Thread: ChinaSCINet Update

  1. #2041
    Woo hoo!! Onward and FORWARD!! Come on FDA, time to MAN up!!

  2. #2042
    Senior Member
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    There going to have to piece us back together like humpty dumpty. Hopefully this is the first piece.

  3. #2043
    Quote Originally Posted by Jim View Post
    Eric,

    I work with Dr. Young at Rutgers.

    The ChinaSCINet Phase II Trial has been completed. 15 of 20 subjects are able to walk long distances using upper body supporting rolling walkers. 2 of the 15 are able to walk with walkers. Most subjects had major increases in their Spinal Cord Independence Measure scores, mainly in the mobility/bowel/bladder categories.

    Phase III Trials are now being planned to take place next year in China, US, Norway and India.

    Attachment 55475

    Thanks a lot for the clarification Jim, much appreciated. Are you able to comment on the progress of publication? I guess it's too early to predict whether the third phase will be first or second half of 2015?

    Jim would you consider a new sticky thread on the forums for Phase III when it commences? Something like a Q&A, with updates etc. But then again there probably isn't much more to say that hasn't been said over here, and could be unnecessary hype :P

    Kindest Regards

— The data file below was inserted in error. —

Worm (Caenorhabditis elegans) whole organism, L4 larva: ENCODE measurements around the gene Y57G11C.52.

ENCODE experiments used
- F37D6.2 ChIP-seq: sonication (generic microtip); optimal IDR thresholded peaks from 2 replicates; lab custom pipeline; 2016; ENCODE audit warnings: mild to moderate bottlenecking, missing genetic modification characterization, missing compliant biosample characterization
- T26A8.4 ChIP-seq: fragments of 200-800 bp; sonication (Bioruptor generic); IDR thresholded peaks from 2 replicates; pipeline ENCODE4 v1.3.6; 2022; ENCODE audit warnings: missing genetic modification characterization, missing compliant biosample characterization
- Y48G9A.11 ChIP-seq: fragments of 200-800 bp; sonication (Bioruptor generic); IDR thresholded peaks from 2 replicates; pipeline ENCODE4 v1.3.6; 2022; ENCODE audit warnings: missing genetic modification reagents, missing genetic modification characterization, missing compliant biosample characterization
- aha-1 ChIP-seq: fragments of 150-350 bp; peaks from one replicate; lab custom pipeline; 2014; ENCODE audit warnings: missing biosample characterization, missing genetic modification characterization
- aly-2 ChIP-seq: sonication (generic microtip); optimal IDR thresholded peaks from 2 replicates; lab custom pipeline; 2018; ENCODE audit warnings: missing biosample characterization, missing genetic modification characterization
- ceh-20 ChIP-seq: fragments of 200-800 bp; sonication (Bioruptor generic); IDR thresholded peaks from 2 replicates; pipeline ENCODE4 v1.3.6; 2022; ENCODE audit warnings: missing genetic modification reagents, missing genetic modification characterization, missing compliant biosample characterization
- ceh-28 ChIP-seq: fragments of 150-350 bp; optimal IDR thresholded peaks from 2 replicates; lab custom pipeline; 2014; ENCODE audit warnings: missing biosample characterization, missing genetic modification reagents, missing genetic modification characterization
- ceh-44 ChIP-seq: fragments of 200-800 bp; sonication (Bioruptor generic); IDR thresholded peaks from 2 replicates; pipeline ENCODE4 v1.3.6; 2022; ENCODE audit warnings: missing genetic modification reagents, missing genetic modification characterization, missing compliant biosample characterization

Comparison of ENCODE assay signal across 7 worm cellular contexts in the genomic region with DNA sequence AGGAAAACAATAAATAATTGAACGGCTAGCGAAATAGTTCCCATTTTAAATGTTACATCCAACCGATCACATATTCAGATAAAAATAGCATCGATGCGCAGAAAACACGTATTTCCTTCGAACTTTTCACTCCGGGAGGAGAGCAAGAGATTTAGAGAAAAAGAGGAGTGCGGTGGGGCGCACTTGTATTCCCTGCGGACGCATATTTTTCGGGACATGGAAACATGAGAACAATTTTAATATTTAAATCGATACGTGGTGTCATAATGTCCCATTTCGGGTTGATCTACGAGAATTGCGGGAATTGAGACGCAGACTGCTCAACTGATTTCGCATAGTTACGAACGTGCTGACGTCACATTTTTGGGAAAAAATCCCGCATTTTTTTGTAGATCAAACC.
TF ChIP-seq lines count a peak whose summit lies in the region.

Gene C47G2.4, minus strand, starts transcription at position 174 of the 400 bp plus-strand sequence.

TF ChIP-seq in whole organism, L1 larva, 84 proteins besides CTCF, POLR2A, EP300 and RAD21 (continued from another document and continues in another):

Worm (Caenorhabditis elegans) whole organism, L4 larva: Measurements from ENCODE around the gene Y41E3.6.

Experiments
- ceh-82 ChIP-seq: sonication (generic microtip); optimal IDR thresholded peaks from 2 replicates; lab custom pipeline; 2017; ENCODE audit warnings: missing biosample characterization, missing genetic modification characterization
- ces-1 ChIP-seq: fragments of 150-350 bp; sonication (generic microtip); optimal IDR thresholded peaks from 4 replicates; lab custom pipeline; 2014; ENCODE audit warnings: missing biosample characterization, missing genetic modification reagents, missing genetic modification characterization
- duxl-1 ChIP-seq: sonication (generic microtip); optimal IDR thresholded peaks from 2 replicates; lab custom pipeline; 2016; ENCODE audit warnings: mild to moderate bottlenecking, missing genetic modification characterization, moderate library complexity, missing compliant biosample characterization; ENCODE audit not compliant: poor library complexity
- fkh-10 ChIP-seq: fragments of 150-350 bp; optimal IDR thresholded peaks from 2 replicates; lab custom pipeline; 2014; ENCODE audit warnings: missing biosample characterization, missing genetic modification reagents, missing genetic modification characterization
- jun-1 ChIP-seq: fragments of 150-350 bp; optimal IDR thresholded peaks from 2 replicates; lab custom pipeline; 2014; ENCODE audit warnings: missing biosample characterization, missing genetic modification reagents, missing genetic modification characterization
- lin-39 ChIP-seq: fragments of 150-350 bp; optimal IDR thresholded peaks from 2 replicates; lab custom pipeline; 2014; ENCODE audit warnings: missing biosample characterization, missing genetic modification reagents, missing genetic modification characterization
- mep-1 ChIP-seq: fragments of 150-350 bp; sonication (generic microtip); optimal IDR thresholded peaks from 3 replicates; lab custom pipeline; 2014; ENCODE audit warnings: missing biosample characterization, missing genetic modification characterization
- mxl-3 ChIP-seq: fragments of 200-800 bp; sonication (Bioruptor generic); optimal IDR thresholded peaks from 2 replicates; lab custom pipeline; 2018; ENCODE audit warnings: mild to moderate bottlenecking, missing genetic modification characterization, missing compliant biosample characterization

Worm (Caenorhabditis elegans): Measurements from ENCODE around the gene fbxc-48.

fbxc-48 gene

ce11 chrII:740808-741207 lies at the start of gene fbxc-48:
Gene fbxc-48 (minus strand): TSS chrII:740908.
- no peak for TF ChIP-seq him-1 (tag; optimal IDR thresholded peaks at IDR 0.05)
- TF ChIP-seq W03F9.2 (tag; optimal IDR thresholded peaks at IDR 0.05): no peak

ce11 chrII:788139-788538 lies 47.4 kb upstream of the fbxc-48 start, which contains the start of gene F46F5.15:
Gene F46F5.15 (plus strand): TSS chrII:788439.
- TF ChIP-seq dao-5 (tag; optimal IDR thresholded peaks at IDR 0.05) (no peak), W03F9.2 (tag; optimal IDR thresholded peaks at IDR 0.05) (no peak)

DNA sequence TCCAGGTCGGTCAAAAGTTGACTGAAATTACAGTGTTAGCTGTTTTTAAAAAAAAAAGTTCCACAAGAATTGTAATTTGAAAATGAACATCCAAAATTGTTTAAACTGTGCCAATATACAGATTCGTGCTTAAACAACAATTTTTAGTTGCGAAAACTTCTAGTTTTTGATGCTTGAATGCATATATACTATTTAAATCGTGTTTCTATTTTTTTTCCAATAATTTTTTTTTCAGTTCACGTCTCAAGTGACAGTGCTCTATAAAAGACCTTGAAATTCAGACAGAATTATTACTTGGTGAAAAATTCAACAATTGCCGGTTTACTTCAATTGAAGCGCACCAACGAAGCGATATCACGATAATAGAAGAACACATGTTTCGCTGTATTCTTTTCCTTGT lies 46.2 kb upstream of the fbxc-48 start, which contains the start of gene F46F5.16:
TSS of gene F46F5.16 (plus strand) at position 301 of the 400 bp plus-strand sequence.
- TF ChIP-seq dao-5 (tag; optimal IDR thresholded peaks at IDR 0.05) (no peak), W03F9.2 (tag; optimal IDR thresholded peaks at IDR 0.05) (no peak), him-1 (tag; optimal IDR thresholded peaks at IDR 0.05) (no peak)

4. #2044
    Quote Originally Posted by Jim View Post
    Eric,

    I work with Dr. Young at Rutgers.

    The ChinaSCINet Phase II Trial has been completed. 15 of 20 subjects are able to walk long distances using upper body supporting rolling walkers. 2 of the 15 are able to walk with walkers. Most subjects had major increases in their Spinal Cord Independence Measure scores, mainly in the mobility/bowel/bladder categories.

    Phase III Trials are now being planned to take place next year in China, US, Norway and India.

    Attachment 55475
    hmm, sounds like this procedure really works. I've argued against the time consuming and overly expensive way clinical trials are held but its good to see that this one is actually producing good results. hopefully these results will pan out for all of us...

  5. #2045
    Quote Originally Posted by Eric.S View Post
    hmm, sounds like this procedure really works. I've argued against the time consuming and overly expensive way clinical trials are held but its good to see that this one is actually producing good results. hopefully these results will pan out for all of us...
    Yeah absolutely, hope you've got the some answers, though there are many more on our minds. It seems like a massive hurdle to overcome, and I can't think of any therapy that has made it this far, in terms of trying to gain official approval. The results are promising, and it's a very strong foundation towards recovery. There still is a while before we see this therapy being adopted by healthcare bodies around the world. I can only speculate the resources required, such as dedicated labs, training for healthcare professionals - ESPECIALLY physiotherapists, due to the nature of intensive locomotor training. Here in the UK, I was at the NSIC (National Spinal Injuries Centre), at Stoke Mandeville Hospital, Aylesbury, which was regarded the "holy grail" of SCI research and rehab - I strongly and bitterly disagree, there is absolutely NO scope of recovery there, with a typical wait and see attitude, and minimal surgeries of fear of liability.

    Whilst I was thankful to see a dedicated physiotherapy gym, there were only a handful of standing frames, a couple PASSIVE leg bikes, ONE weight supported treadmill and one FES bike. The lone bike and treadmill were in heavy demand, and most of us were denied use of them as "they won't work on you." Which is understandable.